I love to break the rules in baking, to be honest. It pushes my creativity and forces me to learn new things, even if my results are sometimes compromised.
I’ve reached an understanding, when baking with my family, that things may be measured somewhat incorrectly, we may have a piece or two of eggshell in the cookie, and the finished product may bear an abstract look once in a while. It’s during such baking adventures with my kids that I continue to open to more experimentation.
I’ve entertained the idea of writing a book of kitchen confessions about my tendency to go astray, but for now, I will mostly mind my manners.
Blend half of the dry mix into the butter on low speed until you have a crumbly consistency…
…then add the eggs, one at a time, beating for 12 to 14 seconds between each addition on medium-low speed.
Don’t forget to scrape the bowl well between egg #2 and egg #3. Even I’m not willing to break the bowl-scraping rule.
Once the eggs are emulsified, add 1/3 of the milk…
…and alternate with 1/3 of the dry mixture, blending on medium-low speed for about 7 seconds in between additions. Scrape the bowl a few times during this process.
Add the 2 tablespoons of Red Velvet Cake Flavor and watch the batter catch on fire…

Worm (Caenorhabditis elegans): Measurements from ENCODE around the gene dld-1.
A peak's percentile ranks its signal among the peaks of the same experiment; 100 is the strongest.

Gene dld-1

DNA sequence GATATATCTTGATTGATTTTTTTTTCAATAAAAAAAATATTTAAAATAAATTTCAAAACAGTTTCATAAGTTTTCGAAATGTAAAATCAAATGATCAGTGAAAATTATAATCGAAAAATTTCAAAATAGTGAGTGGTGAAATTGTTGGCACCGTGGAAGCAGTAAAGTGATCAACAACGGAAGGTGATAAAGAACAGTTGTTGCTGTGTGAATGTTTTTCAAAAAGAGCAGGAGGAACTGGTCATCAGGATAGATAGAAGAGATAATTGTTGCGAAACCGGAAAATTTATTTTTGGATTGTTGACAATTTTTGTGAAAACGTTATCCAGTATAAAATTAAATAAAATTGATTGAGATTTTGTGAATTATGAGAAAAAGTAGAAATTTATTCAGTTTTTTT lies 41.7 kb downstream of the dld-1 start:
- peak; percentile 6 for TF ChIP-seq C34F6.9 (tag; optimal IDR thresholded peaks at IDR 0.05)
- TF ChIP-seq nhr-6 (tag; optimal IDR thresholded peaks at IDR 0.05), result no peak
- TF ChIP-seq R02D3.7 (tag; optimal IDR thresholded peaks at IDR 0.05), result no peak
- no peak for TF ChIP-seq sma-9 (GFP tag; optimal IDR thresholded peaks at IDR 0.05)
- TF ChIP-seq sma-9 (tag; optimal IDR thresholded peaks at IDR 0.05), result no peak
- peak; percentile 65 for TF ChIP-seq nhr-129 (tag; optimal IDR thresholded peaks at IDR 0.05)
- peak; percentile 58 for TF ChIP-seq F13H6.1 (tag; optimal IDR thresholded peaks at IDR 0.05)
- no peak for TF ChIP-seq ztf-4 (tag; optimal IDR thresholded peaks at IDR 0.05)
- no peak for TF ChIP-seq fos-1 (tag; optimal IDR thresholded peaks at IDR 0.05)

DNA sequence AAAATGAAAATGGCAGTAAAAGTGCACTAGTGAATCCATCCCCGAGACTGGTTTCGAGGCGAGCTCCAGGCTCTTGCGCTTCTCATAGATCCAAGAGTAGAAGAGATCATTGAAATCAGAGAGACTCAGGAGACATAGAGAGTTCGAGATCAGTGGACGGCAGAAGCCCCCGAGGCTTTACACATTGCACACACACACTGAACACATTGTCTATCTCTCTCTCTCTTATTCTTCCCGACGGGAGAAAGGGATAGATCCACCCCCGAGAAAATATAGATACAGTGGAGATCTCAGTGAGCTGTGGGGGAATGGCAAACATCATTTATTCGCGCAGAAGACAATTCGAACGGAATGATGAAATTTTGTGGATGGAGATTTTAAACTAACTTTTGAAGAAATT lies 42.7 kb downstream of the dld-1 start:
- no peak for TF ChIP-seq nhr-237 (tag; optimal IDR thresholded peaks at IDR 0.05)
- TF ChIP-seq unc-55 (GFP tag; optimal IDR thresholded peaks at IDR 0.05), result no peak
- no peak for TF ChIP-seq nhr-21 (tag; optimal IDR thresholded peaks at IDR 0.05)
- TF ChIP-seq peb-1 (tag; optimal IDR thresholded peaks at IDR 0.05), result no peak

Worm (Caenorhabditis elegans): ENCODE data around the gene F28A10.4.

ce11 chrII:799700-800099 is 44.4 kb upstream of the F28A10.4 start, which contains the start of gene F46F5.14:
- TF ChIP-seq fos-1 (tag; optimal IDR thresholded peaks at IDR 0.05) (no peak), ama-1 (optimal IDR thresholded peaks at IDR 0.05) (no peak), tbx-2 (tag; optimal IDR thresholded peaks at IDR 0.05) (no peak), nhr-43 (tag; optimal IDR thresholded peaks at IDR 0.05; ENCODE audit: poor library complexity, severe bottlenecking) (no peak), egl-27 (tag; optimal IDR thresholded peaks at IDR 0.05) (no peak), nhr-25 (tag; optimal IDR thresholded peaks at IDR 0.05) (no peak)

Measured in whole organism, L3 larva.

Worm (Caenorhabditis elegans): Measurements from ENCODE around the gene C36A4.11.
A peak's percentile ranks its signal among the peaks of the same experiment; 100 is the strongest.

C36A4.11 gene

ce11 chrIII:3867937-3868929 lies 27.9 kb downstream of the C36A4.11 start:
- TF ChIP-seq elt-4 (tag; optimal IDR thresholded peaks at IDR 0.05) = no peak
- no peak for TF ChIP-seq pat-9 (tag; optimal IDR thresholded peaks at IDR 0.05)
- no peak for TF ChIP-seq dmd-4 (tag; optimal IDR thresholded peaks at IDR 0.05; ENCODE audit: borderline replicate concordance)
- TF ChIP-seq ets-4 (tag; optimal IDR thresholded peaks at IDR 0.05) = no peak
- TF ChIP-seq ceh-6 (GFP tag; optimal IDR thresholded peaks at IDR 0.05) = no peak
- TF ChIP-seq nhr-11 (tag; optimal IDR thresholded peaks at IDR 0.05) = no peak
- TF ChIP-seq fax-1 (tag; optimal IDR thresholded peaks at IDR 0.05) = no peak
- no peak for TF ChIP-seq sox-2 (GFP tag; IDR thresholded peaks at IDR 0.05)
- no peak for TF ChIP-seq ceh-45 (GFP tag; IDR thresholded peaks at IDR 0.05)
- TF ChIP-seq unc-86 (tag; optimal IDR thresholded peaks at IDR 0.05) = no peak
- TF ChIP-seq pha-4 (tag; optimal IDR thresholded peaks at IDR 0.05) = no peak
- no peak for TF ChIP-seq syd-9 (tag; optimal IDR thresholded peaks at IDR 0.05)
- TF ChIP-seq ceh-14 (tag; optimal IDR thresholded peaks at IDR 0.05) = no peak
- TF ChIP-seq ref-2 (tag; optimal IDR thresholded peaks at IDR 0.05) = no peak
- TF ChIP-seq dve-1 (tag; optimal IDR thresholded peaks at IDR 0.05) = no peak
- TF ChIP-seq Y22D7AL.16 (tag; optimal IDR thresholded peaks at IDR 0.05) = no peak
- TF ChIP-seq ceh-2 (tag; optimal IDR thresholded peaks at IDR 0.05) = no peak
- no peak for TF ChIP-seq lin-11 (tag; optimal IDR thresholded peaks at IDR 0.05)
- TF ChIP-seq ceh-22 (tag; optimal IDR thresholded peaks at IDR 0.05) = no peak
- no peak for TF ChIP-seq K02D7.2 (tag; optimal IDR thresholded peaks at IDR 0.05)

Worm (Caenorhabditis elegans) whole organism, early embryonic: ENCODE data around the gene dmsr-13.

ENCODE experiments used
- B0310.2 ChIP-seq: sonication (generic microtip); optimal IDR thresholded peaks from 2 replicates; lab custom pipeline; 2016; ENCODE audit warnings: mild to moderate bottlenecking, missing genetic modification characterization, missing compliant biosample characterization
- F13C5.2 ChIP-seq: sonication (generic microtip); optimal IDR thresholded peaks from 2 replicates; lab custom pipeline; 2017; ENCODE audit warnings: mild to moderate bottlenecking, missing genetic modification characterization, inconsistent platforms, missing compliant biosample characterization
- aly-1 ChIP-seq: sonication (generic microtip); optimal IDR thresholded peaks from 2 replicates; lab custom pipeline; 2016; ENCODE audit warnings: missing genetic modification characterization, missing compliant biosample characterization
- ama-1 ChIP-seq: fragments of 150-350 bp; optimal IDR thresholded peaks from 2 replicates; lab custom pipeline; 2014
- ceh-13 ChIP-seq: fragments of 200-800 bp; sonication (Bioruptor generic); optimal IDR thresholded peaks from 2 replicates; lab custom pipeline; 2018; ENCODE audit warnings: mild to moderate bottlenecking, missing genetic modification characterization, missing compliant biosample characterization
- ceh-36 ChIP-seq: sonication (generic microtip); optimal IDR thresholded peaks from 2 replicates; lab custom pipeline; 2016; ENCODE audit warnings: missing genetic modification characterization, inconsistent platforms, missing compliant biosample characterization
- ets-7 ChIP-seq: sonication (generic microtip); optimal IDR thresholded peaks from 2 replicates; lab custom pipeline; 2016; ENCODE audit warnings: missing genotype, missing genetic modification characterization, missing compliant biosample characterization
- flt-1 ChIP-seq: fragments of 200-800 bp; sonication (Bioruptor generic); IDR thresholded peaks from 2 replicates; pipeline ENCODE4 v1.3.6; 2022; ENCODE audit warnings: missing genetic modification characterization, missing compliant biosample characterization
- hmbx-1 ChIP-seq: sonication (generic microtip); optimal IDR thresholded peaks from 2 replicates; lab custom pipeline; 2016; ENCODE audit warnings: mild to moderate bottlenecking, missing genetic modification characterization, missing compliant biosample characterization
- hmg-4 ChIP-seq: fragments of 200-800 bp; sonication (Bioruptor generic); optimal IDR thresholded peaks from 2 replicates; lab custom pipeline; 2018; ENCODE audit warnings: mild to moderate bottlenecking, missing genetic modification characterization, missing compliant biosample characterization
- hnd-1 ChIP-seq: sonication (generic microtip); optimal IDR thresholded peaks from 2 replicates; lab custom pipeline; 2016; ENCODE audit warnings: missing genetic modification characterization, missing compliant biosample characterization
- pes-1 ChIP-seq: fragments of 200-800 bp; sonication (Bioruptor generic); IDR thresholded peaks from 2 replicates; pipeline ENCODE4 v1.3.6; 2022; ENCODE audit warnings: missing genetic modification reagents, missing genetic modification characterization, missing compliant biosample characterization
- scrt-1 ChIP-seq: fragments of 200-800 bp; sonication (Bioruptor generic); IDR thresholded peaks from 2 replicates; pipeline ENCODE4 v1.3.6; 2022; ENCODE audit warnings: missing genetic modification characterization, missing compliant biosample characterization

…and glow like a summer sunset.
Divide the batter evenly between the cake pans and bake for 35 to 40 minutes, until the cakes feel firm to the touch.
While the cakes are baking and hopefully rising like a good cake should, you can do the dishes and clean all of the red out of your mixing bowl so you can use it for the frosting.
When the cakes are done, their internal temperature should read 212°F, which I have found to be the gospel number on gluten-free cake doneness. Remove the cakes from the oven and allow them to cool for about 10 minutes before running a knife around the edges of the pan and turning them out onto a rack.
You can go ahead and make the frosting while the cakes finish cooling.
I used the recipe for Cream Cheese Frosting (not opting for the chunky version with nuts and candied ginger) from our Web site, which starts with 6 tablespoons of soft butter and 1 package (8 ounces) soft cream cheese. Beat the two together until they’re light and fluffy.
Add 3 1/2 to 4 cups confectioners’ sugar gradually (about 1/2 cup at a time) and beat until smooth. Don’t forget to stop the mixer during sugar installments… or oh, what a mess and yet another reason for my children to laugh at my expense.
You may or may not need to add the full amount of milk, so only mix in one spoonful at a time and then reassess the situation. You’ll need between 2 and 4 tablespoons.
Vanilla. One teaspoon (give or take). Stir it in.
I have an abusive problem with extracts. It’s not what you think. I just always think I need more than the recipe tells me, so I “accidentally” get a case of the shakes when I pour whatever it is into the spoon and dribble a little extra into my creation. This is part of my rule-breaking curse.
This frosting recipe yields a rich, spreadable, perfectly textured finish for the cake.
I hope our gluten-free following can now feel part of the Red Velvet trend revival that seems to be occurring in our world of pastries and confections. Enjoy a slice of Southern past and present and, if you dare, think of other possible Red Velvet foods that may await us.
Read, bake, and review (please) our recipe for Gluten-Free Red Velvet Cake.
Print just the recipe.